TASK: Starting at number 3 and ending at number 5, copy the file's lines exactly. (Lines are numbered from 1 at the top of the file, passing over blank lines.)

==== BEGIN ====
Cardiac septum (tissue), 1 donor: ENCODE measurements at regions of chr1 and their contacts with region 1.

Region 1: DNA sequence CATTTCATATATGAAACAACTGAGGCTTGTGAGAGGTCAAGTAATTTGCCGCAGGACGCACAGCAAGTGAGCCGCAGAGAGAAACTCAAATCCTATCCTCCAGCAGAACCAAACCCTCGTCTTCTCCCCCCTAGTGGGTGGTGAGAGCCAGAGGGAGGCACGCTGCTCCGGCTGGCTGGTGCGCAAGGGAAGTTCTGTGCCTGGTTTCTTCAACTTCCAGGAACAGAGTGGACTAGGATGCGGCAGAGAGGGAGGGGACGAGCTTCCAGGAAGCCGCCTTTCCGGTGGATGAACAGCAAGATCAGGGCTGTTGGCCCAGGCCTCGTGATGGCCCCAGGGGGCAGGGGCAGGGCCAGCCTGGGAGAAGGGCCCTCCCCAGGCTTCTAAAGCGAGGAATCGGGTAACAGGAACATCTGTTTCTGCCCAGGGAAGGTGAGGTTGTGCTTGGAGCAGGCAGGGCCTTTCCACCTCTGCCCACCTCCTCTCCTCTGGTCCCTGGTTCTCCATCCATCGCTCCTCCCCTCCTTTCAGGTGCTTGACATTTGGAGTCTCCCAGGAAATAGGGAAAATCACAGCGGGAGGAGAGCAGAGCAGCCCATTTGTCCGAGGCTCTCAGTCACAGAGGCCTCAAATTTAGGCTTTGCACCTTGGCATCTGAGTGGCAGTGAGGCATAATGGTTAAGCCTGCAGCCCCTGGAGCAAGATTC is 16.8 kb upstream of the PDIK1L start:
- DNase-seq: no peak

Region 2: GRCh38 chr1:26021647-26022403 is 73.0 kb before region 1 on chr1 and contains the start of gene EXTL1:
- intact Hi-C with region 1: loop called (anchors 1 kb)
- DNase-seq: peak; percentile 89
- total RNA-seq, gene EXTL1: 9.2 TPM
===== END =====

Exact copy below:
- DNase-seq: no peak

Region 2: GRCh38 chr1:26021647-26022403 is 73.0 kb before region 1 on chr1 and contains the start of gene EXTL1:
- intact Hi-C with region 1: loop called (anchors 1 kb)